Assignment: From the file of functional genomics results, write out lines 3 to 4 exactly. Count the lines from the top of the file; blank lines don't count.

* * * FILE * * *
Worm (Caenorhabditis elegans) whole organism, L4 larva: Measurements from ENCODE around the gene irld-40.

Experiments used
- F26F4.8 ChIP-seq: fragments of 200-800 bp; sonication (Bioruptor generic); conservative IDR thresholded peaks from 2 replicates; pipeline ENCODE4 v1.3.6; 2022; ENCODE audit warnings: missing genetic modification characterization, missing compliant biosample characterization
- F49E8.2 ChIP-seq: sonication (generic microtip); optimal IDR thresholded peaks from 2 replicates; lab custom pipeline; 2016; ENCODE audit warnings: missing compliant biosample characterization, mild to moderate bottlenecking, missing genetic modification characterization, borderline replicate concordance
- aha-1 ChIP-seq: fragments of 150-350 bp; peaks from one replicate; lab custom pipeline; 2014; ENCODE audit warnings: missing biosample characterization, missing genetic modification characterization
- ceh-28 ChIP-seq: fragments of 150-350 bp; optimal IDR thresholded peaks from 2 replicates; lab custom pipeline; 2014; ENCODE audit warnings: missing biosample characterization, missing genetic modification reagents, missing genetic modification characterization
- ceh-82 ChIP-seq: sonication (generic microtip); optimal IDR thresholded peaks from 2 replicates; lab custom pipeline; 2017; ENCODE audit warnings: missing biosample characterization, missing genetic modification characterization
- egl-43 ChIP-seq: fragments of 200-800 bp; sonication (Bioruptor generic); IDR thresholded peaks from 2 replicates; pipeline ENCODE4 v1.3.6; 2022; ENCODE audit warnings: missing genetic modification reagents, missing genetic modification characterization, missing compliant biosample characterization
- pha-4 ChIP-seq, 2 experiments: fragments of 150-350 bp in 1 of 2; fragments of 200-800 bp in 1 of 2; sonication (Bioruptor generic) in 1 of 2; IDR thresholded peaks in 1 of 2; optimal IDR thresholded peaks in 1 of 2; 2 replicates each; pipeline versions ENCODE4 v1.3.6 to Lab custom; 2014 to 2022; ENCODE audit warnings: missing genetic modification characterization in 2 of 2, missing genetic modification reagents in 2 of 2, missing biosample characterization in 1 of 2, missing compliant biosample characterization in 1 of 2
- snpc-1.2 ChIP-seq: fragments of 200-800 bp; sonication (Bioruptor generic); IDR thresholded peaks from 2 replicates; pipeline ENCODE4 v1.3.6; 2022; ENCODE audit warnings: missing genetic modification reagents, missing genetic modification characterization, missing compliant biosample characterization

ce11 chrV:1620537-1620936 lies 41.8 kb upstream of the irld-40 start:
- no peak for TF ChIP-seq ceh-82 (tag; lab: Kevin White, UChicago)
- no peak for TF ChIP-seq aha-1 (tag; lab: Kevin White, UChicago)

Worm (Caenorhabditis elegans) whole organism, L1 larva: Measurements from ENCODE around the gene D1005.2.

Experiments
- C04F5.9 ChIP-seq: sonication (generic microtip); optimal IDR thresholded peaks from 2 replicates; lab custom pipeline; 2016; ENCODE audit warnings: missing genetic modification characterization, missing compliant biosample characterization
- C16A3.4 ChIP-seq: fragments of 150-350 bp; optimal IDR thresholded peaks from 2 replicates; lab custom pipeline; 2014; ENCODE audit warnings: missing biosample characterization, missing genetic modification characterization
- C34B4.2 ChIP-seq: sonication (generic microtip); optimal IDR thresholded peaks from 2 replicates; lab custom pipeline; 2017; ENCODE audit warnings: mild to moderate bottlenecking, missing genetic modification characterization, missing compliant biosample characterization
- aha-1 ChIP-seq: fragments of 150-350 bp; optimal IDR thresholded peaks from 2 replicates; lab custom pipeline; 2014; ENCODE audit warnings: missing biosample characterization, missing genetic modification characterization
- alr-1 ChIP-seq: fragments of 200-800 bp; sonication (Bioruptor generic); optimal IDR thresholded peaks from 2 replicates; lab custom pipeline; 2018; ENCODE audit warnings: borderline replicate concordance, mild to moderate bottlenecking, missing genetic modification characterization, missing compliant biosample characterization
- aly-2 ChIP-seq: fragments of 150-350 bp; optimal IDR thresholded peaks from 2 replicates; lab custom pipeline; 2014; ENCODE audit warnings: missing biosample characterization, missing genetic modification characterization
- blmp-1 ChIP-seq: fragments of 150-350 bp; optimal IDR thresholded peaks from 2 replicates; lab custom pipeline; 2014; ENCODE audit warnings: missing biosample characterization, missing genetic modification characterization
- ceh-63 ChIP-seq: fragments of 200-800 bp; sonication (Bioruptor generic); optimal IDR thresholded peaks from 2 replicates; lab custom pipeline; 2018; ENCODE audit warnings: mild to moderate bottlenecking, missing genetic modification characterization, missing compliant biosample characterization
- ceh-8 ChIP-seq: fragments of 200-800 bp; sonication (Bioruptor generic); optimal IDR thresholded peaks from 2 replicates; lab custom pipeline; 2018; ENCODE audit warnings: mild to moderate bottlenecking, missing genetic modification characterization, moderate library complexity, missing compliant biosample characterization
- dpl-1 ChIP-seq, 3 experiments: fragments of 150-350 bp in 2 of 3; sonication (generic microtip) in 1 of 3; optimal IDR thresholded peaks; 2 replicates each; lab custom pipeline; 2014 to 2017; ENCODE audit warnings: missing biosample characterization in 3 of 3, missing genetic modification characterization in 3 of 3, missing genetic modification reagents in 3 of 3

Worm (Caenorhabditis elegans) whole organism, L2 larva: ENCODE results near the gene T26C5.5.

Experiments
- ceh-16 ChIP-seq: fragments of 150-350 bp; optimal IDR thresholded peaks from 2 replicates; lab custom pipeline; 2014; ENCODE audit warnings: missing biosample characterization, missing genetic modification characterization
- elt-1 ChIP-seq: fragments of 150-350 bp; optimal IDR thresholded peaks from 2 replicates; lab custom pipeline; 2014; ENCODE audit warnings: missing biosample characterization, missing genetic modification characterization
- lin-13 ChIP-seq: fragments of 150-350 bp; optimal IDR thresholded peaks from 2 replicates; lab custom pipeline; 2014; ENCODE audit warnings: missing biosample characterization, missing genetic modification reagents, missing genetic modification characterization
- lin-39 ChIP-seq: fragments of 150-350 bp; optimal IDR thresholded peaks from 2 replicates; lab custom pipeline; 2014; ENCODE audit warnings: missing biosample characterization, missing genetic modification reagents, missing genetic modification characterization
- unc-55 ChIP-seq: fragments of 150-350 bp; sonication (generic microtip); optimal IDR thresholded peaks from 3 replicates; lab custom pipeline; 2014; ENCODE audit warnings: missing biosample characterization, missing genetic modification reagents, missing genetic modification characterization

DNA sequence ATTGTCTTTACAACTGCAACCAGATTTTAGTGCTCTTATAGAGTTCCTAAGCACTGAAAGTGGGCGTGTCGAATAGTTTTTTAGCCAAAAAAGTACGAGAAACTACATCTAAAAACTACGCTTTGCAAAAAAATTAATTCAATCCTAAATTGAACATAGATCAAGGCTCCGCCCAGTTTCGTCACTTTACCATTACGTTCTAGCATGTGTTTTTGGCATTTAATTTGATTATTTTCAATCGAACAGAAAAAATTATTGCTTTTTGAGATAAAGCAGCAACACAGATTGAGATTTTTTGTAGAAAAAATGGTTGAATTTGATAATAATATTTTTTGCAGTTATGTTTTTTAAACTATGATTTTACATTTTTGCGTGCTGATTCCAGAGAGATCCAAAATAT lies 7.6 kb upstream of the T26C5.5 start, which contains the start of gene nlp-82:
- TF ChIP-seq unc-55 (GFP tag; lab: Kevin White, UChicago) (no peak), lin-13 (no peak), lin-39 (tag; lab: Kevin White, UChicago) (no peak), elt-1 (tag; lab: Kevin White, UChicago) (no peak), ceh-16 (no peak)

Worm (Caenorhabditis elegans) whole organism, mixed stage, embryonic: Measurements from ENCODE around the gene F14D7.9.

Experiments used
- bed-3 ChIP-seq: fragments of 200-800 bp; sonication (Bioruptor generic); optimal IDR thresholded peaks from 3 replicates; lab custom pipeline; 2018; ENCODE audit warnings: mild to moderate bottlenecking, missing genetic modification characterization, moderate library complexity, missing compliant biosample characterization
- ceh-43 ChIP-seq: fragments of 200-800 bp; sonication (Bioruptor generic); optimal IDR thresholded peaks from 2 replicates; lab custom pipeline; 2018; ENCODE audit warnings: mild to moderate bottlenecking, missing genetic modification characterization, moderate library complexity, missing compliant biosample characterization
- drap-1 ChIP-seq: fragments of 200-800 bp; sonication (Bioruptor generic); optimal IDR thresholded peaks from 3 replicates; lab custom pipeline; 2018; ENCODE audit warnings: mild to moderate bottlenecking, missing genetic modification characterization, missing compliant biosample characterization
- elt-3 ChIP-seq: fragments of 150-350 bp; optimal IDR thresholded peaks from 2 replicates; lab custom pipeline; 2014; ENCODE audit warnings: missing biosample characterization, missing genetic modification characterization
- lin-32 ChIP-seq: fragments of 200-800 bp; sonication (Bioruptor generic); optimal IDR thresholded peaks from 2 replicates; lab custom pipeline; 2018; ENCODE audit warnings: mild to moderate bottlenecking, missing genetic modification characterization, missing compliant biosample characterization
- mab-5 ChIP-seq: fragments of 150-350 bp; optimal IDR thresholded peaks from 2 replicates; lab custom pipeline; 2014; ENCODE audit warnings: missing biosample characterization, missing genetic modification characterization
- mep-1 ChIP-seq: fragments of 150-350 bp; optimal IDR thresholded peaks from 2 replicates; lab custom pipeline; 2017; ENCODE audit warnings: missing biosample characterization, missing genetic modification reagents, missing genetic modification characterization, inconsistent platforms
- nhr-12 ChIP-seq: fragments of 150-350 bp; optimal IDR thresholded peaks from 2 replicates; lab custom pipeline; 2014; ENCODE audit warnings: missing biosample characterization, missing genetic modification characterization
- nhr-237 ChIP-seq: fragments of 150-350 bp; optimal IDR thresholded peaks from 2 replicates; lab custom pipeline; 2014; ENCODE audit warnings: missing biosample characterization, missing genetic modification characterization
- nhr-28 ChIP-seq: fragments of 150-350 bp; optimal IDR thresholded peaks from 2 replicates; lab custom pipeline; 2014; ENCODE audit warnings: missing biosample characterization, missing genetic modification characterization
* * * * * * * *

- F26F4.8 ChIP-seq: fragments of 200-800 bp; sonication (Bioruptor generic); conservative IDR thresholded peaks from 2 replicates; pipeline ENCODE4 v1.3.6; 2022; ENCODE audit warnings: missing genetic modification characterization, missing compliant biosample characterization
- F49E8.2 ChIP-seq: sonication (generic microtip); optimal IDR thresholded peaks from 2 replicates; lab custom pipeline; 2016; ENCODE audit warnings: missing compliant biosample characterization, mild to moderate bottlenecking, missing genetic modification characterization, borderline replicate concordance